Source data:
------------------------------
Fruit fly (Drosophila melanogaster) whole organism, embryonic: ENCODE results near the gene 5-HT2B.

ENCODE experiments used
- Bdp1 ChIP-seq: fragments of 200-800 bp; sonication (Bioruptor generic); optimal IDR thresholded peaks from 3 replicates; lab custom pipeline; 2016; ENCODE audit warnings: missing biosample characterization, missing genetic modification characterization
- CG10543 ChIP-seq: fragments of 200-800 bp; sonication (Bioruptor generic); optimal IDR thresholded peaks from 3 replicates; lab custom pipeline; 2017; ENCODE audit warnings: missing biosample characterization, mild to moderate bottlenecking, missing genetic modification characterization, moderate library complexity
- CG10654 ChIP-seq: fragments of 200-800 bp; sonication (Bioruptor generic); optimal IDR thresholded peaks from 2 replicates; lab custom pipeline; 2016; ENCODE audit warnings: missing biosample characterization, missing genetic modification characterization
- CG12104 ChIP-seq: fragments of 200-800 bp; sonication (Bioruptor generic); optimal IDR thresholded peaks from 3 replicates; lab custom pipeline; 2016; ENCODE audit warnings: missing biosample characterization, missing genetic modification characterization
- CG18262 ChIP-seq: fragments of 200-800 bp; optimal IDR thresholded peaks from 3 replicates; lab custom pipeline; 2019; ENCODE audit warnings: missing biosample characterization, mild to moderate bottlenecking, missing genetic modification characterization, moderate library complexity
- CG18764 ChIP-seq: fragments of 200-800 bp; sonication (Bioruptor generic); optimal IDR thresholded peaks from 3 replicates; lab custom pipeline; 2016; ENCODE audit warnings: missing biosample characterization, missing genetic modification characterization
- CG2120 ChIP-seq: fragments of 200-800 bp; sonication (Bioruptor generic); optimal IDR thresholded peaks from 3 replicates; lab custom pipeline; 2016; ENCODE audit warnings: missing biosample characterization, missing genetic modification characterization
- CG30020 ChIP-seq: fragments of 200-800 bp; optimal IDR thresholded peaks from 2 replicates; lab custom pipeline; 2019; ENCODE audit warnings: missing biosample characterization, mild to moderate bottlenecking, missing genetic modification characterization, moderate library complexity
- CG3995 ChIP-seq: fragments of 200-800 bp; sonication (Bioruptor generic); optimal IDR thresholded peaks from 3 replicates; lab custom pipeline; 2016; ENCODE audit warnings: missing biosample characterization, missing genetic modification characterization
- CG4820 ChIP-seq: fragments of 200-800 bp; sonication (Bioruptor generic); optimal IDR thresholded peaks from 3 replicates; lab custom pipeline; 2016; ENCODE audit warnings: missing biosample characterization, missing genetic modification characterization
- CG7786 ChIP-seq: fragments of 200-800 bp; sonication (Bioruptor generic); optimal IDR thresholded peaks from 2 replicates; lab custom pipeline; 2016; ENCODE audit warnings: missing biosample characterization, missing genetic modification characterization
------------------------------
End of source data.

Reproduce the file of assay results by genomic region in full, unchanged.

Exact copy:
Fruit fly (Drosophila melanogaster) whole organism, embryonic: ENCODE results near the gene 5-HT2B.

ENCODE experiments used
- Bdp1 ChIP-seq: fragments of 200-800 bp; sonication (Bioruptor generic); optimal IDR thresholded peaks from 3 replicates; lab custom pipeline; 2016; ENCODE audit warnings: missing biosample characterization, missing genetic modification characterization
- CG10543 ChIP-seq: fragments of 200-800 bp; sonication (Bioruptor generic); optimal IDR thresholded peaks from 3 replicates; lab custom pipeline; 2017; ENCODE audit warnings: missing biosample characterization, mild to moderate bottlenecking, missing genetic modification characterization, moderate library complexity
- CG10654 ChIP-seq: fragments of 200-800 bp; sonication (Bioruptor generic); optimal IDR thresholded peaks from 2 replicates; lab custom pipeline; 2016; ENCODE audit warnings: missing biosample characterization, missing genetic modification characterization
- CG12104 ChIP-seq: fragments of 200-800 bp; sonication (Bioruptor generic); optimal IDR thresholded peaks from 3 replicates; lab custom pipeline; 2016; ENCODE audit warnings: missing biosample characterization, missing genetic modification characterization
- CG18262 ChIP-seq: fragments of 200-800 bp; optimal IDR thresholded peaks from 3 replicates; lab custom pipeline; 2019; ENCODE audit warnings: missing biosample characterization, mild to moderate bottlenecking, missing genetic modification characterization, moderate library complexity
- CG18764 ChIP-seq: fragments of 200-800 bp; sonication (Bioruptor generic); optimal IDR thresholded peaks from 3 replicates; lab custom pipeline; 2016; ENCODE audit warnings: missing biosample characterization, missing genetic modification characterization
- CG2120 ChIP-seq: fragments of 200-800 bp; sonication (Bioruptor generic); optimal IDR thresholded peaks from 3 replicates; lab custom pipeline; 2016; ENCODE audit warnings: missing biosample characterization, missing genetic modification characterization
- CG30020 ChIP-seq: fragments of 200-800 bp; optimal IDR thresholded peaks from 2 replicates; lab custom pipeline; 2019; ENCODE audit warnings: missing biosample characterization, mild to moderate bottlenecking, missing genetic modification characterization, moderate library complexity
- CG3995 ChIP-seq: fragments of 200-800 bp; sonication (Bioruptor generic); optimal IDR thresholded peaks from 3 replicates; lab custom pipeline; 2016; ENCODE audit warnings: missing biosample characterization, missing genetic modification characterization
- CG4820 ChIP-seq: fragments of 200-800 bp; sonication (Bioruptor generic); optimal IDR thresholded peaks from 3 replicates; lab custom pipeline; 2016; ENCODE audit warnings: missing biosample characterization, missing genetic modification characterization
- CG7786 ChIP-seq: fragments of 200-800 bp; sonication (Bioruptor generic); optimal IDR thresholded peaks from 2 replicates; lab custom pipeline; 2016; ENCODE audit warnings: missing biosample characterization, missing genetic modification characterization